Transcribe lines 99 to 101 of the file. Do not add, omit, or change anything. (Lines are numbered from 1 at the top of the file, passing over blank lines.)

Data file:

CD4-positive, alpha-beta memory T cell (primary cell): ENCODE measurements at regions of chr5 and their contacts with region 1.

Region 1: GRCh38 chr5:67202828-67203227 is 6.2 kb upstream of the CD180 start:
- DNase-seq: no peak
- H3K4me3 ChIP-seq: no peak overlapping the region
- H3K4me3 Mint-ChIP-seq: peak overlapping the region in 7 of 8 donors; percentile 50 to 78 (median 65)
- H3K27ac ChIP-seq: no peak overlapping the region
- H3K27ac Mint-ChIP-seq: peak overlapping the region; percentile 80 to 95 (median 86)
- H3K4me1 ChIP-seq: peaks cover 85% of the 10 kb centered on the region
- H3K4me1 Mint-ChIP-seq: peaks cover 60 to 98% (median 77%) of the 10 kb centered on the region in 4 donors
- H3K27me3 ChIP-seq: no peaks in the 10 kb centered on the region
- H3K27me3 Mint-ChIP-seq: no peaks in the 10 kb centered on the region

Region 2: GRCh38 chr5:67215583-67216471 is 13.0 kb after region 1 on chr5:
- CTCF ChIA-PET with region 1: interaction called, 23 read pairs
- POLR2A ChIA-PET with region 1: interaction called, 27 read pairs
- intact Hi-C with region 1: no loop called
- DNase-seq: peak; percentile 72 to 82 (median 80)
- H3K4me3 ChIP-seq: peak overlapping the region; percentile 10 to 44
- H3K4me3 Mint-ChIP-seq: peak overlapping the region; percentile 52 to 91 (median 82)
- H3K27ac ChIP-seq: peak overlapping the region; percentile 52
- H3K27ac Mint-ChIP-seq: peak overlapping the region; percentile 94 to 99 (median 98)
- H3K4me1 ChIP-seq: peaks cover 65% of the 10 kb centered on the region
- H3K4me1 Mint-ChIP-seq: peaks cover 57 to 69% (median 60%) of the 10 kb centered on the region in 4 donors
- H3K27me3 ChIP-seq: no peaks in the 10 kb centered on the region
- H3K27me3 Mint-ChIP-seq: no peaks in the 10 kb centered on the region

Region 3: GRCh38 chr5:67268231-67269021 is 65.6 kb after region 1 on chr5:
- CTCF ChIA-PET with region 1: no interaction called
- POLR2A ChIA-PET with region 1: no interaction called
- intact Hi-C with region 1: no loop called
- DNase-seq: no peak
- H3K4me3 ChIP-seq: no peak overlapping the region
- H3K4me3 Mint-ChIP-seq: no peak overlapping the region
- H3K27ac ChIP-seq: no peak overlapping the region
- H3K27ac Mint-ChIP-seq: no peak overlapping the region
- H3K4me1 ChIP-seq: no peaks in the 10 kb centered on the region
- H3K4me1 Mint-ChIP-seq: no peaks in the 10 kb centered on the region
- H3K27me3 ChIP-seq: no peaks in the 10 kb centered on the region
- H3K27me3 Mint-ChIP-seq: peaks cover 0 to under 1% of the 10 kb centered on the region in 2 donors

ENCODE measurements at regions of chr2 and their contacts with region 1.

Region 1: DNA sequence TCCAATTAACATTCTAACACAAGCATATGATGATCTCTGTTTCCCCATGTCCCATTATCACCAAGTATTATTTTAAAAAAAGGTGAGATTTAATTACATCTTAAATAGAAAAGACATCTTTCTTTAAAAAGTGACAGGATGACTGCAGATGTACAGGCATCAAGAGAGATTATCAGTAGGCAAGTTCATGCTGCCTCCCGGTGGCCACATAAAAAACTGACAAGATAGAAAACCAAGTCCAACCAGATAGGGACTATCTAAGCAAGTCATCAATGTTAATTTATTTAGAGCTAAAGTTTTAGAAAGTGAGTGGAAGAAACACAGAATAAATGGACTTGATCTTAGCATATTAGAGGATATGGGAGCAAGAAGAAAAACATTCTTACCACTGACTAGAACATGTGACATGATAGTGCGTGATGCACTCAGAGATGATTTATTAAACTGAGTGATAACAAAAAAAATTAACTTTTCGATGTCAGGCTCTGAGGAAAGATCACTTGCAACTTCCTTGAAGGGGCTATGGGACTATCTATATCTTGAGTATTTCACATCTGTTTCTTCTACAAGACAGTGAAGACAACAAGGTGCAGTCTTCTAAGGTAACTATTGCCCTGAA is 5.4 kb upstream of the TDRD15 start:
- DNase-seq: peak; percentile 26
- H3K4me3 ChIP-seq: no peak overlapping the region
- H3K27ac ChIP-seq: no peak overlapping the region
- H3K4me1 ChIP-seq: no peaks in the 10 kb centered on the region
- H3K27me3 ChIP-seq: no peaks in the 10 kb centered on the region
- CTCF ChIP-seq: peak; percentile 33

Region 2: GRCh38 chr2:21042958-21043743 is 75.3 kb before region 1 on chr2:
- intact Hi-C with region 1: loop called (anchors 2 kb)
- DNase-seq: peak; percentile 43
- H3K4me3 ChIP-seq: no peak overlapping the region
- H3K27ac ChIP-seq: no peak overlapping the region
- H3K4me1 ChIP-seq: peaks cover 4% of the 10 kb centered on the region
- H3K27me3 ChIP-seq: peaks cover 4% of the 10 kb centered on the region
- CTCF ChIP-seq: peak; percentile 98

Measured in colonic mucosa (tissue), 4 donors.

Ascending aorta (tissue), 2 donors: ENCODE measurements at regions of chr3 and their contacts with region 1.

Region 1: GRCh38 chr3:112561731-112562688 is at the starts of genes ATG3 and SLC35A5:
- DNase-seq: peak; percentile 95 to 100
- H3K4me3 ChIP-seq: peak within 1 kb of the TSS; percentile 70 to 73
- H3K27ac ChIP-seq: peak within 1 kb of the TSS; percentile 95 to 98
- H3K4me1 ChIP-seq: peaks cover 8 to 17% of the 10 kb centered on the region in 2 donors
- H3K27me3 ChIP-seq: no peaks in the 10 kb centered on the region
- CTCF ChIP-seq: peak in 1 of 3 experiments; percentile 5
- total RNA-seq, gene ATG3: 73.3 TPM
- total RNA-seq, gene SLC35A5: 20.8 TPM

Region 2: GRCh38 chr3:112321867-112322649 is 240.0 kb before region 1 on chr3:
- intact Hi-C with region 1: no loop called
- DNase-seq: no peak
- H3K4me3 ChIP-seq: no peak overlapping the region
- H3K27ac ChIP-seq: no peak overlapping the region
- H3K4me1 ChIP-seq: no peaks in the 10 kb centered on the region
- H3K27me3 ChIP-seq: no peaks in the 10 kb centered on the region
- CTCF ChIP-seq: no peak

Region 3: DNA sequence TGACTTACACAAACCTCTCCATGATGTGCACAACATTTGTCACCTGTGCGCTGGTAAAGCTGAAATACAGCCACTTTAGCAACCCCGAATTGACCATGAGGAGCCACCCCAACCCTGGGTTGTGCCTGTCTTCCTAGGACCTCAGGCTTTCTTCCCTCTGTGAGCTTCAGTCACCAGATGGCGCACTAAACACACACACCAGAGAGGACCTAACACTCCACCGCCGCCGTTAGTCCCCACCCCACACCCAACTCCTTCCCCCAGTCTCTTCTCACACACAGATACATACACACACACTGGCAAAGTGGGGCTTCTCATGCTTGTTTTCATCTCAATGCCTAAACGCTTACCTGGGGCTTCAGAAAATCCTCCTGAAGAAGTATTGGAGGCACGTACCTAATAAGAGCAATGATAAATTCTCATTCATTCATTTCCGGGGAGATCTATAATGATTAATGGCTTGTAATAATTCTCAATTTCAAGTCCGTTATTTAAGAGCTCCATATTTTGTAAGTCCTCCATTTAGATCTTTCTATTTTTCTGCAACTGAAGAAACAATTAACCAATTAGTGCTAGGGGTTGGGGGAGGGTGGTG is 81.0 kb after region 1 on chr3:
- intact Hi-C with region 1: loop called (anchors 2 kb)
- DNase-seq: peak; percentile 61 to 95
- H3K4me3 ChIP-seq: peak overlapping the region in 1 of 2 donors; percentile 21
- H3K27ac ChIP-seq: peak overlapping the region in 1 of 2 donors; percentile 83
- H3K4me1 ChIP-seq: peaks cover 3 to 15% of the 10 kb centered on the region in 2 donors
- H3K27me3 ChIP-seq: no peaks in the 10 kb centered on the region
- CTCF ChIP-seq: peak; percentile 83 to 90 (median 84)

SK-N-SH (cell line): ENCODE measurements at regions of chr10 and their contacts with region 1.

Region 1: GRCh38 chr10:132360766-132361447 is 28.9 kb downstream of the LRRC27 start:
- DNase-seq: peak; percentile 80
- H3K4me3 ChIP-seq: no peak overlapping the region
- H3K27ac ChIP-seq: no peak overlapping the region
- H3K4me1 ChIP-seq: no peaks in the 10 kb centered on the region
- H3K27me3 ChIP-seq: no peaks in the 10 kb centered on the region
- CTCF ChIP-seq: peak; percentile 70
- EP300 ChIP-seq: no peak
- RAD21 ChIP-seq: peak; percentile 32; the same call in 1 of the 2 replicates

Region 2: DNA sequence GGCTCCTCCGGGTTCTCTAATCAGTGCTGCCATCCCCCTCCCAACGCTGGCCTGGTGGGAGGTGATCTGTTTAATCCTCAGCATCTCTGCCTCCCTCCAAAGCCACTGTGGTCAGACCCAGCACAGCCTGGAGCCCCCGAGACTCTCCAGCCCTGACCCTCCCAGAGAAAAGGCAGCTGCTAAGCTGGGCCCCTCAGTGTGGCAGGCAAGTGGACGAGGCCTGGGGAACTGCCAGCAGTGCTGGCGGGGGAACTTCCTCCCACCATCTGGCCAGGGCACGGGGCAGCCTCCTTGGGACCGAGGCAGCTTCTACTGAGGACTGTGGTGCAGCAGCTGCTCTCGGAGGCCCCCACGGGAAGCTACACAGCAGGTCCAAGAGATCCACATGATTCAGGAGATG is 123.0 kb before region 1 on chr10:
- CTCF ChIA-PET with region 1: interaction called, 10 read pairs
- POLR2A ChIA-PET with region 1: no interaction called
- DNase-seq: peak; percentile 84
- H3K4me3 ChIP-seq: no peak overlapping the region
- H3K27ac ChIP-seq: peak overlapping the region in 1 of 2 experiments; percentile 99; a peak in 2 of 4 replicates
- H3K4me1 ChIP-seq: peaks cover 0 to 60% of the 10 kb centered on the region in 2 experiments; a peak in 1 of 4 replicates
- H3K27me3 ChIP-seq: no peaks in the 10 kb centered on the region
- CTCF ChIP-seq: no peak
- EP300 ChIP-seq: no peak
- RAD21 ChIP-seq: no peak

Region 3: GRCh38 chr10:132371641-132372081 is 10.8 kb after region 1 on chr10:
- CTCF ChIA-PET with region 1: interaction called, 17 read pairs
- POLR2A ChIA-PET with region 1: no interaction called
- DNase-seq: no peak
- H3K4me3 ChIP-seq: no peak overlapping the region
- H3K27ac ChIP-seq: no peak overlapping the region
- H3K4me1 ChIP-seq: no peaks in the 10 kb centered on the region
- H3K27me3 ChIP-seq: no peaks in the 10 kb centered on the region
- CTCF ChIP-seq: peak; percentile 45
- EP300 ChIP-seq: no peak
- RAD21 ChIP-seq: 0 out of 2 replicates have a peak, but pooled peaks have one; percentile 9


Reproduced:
- CTCF ChIP-seq: no peak
- EP300 ChIP-seq: no peak
- RAD21 ChIP-seq: no peak